US Open, First Round
Gulbis d. (16) Youzhny, 6/2 6/4 6/4
Ernests Gulbis today won just his second set at Grand Slam level since Wimbledon 2009. Apparently delighted by the sensation, he then won his third and fourth, which proved to be the requisite number to claim the match, although he could be forgiven for not knowing this in advance. It has been a while. He played with considerable poise throughout, saving all ten breakpoints, and never reverted to the sardonic slump that usually defines his wins and losses. It is arguable just how much of the Latvian’s resurgence can be laid at the feet of his new coach Guillermo Canas, but it has surely helped. Perhaps maturity also played its part: today was his 23rd birthday.
Meanwhile, his 29-year-old opponent Mikhail Youzhny didn’t win any sets, which turned out to be a decisive factor in not winning the match. He hasn’t won much lately. Youzhny reached the semifinals of the US Open last year, and by leaving the tournament so early will amply demonstrate the importance of maintaining a diverse portfolio of points. When your ranking is composed of just a few big point hauls, a bad day means disaster. Failing to defend last year’s semifinal will see the Colonel shed about a third of his points, and he will likely leave the top No.30. Given the way he has played this year, that unfortunately feels about right.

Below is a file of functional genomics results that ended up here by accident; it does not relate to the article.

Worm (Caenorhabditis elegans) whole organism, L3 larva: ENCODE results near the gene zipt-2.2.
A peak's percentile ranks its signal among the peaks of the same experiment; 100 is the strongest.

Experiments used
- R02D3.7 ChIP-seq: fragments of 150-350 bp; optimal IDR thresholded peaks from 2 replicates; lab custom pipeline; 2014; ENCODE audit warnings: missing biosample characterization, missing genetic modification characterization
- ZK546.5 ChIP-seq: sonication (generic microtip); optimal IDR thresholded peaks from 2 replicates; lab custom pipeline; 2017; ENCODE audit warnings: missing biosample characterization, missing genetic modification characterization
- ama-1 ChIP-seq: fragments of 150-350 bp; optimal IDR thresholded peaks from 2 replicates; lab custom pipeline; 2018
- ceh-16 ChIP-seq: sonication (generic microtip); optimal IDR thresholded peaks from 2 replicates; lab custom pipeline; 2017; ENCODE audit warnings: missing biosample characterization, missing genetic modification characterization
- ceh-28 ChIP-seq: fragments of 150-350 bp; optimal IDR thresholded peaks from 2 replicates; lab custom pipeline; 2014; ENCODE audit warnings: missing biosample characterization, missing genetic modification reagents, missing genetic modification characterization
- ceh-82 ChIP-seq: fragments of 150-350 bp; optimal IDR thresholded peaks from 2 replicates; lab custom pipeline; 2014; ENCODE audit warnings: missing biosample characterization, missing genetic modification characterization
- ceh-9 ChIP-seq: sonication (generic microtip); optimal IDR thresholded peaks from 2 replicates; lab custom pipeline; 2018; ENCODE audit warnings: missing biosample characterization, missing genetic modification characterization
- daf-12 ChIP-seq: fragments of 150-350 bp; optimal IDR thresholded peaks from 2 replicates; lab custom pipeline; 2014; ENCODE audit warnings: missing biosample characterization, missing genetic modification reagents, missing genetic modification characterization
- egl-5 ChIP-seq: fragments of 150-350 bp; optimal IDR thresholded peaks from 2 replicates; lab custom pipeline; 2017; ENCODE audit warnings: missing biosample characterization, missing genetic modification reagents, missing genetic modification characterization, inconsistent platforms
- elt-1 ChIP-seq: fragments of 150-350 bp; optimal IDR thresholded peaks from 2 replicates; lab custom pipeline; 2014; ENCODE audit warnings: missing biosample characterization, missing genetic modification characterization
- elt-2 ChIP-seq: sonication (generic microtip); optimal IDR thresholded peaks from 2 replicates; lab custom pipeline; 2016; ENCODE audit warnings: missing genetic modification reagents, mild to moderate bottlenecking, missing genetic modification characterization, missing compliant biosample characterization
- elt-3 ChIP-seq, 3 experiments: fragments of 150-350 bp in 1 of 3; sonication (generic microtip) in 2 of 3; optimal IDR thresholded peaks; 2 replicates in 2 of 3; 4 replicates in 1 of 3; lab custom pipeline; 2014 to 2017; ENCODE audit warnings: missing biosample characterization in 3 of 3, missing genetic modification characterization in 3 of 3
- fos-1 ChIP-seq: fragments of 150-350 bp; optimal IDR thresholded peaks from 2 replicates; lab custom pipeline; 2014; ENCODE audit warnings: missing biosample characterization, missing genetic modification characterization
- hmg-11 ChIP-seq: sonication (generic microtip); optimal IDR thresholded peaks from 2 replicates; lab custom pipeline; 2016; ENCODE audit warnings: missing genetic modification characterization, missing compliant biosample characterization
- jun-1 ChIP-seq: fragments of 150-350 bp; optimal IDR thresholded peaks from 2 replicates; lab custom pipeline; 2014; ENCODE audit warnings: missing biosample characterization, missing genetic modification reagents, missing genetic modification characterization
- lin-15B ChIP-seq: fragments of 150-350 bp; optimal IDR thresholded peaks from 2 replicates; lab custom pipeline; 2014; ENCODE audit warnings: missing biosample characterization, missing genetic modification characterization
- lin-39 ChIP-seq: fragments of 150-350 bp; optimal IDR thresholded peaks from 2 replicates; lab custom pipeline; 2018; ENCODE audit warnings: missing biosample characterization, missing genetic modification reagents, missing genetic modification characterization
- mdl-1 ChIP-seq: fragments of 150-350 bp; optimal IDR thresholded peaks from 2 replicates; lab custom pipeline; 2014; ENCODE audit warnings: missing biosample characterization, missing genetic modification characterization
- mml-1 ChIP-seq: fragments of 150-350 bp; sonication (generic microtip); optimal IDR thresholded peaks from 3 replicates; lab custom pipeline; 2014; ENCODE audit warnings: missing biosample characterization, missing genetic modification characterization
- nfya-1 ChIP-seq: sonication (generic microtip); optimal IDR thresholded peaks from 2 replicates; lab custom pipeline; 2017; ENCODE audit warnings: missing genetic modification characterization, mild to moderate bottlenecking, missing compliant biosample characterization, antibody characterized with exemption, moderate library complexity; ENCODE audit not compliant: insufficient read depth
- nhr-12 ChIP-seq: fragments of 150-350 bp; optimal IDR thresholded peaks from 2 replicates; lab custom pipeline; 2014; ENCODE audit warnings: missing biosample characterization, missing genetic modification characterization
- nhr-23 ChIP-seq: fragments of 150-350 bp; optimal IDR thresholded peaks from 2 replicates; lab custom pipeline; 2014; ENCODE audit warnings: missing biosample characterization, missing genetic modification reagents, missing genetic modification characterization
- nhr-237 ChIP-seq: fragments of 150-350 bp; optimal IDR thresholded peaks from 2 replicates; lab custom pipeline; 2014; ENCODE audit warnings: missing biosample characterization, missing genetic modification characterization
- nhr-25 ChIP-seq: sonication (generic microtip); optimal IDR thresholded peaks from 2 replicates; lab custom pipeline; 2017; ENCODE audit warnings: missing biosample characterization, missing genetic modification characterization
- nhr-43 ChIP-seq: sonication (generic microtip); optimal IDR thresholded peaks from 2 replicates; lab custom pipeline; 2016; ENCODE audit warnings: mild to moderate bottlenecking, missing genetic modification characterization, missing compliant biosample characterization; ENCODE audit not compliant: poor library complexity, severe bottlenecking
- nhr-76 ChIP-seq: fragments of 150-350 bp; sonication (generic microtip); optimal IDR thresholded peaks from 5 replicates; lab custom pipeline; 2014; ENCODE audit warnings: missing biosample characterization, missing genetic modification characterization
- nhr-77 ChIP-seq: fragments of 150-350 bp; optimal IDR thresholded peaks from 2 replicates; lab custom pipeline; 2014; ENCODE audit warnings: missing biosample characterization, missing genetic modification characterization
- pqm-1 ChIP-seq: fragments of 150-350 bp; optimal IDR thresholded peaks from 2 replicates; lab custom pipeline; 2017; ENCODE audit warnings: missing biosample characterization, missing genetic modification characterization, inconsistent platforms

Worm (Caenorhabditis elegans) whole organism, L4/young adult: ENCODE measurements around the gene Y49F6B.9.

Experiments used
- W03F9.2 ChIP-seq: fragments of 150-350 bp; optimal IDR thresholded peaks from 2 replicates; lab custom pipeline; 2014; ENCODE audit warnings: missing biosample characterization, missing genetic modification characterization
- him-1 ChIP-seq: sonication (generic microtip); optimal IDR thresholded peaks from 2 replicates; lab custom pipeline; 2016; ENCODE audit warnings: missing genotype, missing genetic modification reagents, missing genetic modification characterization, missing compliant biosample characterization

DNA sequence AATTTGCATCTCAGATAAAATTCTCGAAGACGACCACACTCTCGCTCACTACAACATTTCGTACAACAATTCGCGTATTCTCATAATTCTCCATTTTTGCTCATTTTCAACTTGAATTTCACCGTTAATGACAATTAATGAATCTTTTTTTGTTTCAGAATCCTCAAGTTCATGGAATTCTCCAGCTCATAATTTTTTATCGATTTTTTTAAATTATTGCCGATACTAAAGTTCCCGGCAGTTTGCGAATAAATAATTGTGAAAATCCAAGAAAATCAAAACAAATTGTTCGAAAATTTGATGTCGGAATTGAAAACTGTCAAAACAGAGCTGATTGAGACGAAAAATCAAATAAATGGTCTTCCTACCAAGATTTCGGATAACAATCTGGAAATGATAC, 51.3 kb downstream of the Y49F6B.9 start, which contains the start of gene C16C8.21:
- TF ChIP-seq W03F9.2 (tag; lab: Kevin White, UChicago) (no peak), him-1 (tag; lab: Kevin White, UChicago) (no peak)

(2) Nadal d. Golubev, 6/3 7/6 7/5
Later on Andrei Golubev demonstrated to everyone’s satisfaction – especially Rafael Nadal’s – that his ability to achieve set points is exceeded only by his determination not to win them. It goes some way towards explaining how so talented a ball-striker – ‘tremendous’ according to Lleyton Hewitt – can lose 18 matches in a row. As ever he struck fabulous winners off both wings, teed off on Nadal’s second serve and ran the defending champion ragged. But he never once managed to do it on the most important points. Nadal watched on warily, understandably curious to see how it would all work out.
It worked out that all three sets subtly iterated on a single theme, which was of Golubev gaining an early break, viciously wresting momentum from a strangely-passive world No.2, and then emphatically failing to capitalise. Within these fairly strict parameters he achieved some striking variation, such as blowing seven set points in the second set – including 40-0 on his own serve – and gaining a 5/2 lead in the third. For added spice, there were also meltdowns and a sustained tirade against Carlos Ramos that roamed across several Romance languages. It was terrific entertainment, and Nadal had the best view in the house. Patiently awaiting Golubev’s inevitable self-destruction, I could say that Nadal knew something we didn’t, but really, everyone knew it already.